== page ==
P., a high school student from Ontario took both online and face to face courses at his school and he shared his experiences with us at REFAD2016. While he did well in his online courses, he preferred his face to face courses because of his friends in the room. I have a feeling that a perfect online course (if that can possibly exist…) will exist somewhere in between the online and the face to face.
So. Flexibility, differentiation, and a recognition of the human element (it is sacred) need to be key factors of learning at a distance. Not very different from learning in presence, is it?
Lately I have been involved in conversations about teaching and learning in many venues – from program implementation across the province to changing teacher practice in the classroom.
A similar thread weaves itself through all of these conversations – the (expressed) need for ‘clé en main’ resources for teachers.
Do you know why it is so hard to find ‘clé en main’ (turnkey) resources for the courses that we teach? Because they don’t exist. Nowhere else in the world is there another course exactly like the one you are teaching… Right. Now.
The content may stay the same for a period of time but the rest of the equation is made up of variables. And when just one of those variables shifts…the course is ultimately changed.
As written in this article (by I do not know who, an author who goes by the nickname Love Teach):
It is a lovely alchemic mixture distilled through …yeah, you were wondering when I’d mention it… relationship.
Our new programs in adult education (which are extensions of the competency-based reform in the youth sector) place the focus on student-centered and community-based learning – both of which are hinged on relationship.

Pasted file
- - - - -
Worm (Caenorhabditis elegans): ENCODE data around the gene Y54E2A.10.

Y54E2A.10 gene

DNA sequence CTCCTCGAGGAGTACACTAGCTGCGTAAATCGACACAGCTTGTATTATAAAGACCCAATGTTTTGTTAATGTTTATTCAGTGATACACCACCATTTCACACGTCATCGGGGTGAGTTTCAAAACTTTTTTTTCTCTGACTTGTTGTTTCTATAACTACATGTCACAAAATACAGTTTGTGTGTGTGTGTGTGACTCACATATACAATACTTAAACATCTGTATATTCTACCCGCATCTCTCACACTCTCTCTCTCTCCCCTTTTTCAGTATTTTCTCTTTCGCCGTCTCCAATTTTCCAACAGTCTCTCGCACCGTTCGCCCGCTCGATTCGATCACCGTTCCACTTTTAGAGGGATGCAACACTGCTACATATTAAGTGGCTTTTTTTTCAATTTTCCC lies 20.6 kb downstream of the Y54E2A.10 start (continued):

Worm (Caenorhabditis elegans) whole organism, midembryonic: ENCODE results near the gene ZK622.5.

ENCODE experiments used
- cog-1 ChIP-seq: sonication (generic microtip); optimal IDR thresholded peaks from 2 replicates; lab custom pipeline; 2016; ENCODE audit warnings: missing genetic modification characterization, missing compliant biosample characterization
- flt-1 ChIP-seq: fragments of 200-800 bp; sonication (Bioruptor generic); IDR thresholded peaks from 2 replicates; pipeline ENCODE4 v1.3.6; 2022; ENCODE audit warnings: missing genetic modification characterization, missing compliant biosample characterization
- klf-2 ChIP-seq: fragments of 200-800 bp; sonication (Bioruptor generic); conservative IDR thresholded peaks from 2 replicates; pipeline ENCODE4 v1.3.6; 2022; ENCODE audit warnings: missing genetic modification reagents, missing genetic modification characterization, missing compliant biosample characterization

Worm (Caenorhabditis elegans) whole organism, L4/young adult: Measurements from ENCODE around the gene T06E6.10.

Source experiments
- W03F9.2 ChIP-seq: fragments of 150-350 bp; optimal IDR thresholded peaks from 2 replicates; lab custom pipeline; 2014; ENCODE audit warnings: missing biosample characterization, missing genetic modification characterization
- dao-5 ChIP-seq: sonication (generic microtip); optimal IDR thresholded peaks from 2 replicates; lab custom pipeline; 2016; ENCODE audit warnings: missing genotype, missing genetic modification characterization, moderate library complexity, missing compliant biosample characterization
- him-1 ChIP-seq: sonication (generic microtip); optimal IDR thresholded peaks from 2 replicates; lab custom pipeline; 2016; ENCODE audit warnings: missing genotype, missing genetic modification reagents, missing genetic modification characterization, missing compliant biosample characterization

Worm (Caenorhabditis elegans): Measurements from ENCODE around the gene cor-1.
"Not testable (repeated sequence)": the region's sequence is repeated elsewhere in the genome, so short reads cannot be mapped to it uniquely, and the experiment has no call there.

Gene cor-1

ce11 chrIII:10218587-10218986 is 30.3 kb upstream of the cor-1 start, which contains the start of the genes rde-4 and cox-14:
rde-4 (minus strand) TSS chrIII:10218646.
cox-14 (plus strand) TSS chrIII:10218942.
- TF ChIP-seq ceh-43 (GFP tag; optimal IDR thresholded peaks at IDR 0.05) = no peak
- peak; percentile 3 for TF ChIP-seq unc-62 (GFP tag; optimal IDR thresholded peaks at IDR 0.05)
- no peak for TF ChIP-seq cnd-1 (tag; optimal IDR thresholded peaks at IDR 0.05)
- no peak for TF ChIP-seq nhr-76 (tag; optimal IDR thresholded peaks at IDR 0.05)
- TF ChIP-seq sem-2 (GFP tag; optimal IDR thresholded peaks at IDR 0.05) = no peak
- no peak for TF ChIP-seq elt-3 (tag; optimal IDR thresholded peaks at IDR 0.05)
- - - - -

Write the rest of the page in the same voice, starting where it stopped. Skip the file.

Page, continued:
We know that our students and communities change all the time.
Yet, a lot of time and energy is spent on either trying to create turnkey, one size fits all resources or in seeking them out.
One of my recent conversations was with Emilie, a history teacher at Nova Career Centre who was talking about why she organizes her classroom into learning stations.
Another was with Daniel, a math and science teacher at St Laurent Adult Centre who talked about how he records and shares his content with his students as well as how he wants to move towards learning stations in his classroom.
And yet another was with a group of four teachers: Natasha and Jonathan from Place Cartier Adult Centre, and Lethisha and Troy from Pearson Adult and Career Centre who got together to talk about formative assessment.
Again, there was a common thread in these conversations … but it was of a different shade, a different count. Each of these teachers said, when trying something new in the classroom, it was important to start small, to experiment, and to find out what works best for you and your students.
This thread seems much stronger to me than the one about creating turnkey resources.
(One definition of turnkey is jailer…)
(Keys generally only work for one lock and we usually use them to keep others out.)